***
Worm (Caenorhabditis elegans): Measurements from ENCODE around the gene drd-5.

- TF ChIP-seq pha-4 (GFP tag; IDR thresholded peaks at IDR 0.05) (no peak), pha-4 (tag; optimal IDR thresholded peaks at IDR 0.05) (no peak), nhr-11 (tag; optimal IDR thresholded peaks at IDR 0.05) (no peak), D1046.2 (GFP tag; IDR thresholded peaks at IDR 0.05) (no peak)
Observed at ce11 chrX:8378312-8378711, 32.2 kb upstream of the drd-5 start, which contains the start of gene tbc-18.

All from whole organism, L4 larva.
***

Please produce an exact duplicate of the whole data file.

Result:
Worm (Caenorhabditis elegans): Measurements from ENCODE around the gene drd-5.

- TF ChIP-seq pha-4 (GFP tag; IDR thresholded peaks at IDR 0.05) (no peak), pha-4 (tag; optimal IDR thresholded peaks at IDR 0.05) (no peak), nhr-11 (tag; optimal IDR thresholded peaks at IDR 0.05) (no peak), D1046.2 (GFP tag; IDR thresholded peaks at IDR 0.05) (no peak)
Observed at ce11 chrX:8378312-8378711, 32.2 kb upstream of the drd-5 start, which contains the start of gene tbc-18.

All from whole organism, L4 larva.